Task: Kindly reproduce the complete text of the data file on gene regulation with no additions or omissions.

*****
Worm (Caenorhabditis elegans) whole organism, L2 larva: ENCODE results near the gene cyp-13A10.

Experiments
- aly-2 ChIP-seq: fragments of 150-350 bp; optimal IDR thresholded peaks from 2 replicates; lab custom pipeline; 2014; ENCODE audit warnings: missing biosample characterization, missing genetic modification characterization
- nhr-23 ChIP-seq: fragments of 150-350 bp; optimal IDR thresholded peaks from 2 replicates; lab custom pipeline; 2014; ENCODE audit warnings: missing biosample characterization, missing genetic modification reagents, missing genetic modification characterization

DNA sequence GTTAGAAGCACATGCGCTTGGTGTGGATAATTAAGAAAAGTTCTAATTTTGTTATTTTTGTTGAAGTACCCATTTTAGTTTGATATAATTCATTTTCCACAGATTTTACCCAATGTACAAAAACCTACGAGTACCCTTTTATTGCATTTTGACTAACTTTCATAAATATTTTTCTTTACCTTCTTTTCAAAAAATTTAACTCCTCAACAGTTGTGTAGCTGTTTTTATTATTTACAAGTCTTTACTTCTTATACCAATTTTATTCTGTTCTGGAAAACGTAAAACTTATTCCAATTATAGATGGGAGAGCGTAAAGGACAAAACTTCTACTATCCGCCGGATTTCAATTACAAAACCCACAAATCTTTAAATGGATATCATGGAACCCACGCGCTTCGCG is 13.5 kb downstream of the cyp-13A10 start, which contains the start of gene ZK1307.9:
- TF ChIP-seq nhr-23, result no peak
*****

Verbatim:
Worm (Caenorhabditis elegans) whole organism, L2 larva: ENCODE results near the gene cyp-13A10.

Experiments
- aly-2 ChIP-seq: fragments of 150-350 bp; optimal IDR thresholded peaks from 2 replicates; lab custom pipeline; 2014; ENCODE audit warnings: missing biosample characterization, missing genetic modification characterization
- nhr-23 ChIP-seq: fragments of 150-350 bp; optimal IDR thresholded peaks from 2 replicates; lab custom pipeline; 2014; ENCODE audit warnings: missing biosample characterization, missing genetic modification reagents, missing genetic modification characterization

DNA sequence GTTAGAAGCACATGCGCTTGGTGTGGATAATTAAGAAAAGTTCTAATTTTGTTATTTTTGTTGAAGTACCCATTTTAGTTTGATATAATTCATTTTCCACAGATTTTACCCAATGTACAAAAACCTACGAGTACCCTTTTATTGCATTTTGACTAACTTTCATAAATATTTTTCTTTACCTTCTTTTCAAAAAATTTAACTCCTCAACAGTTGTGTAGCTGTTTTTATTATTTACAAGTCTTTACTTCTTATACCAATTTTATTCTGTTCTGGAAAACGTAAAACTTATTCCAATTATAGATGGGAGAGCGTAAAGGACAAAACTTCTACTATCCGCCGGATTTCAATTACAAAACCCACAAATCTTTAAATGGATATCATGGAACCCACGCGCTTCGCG is 13.5 kb downstream of the cyp-13A10 start, which contains the start of gene ZK1307.9:
- TF ChIP-seq nhr-23, result no peak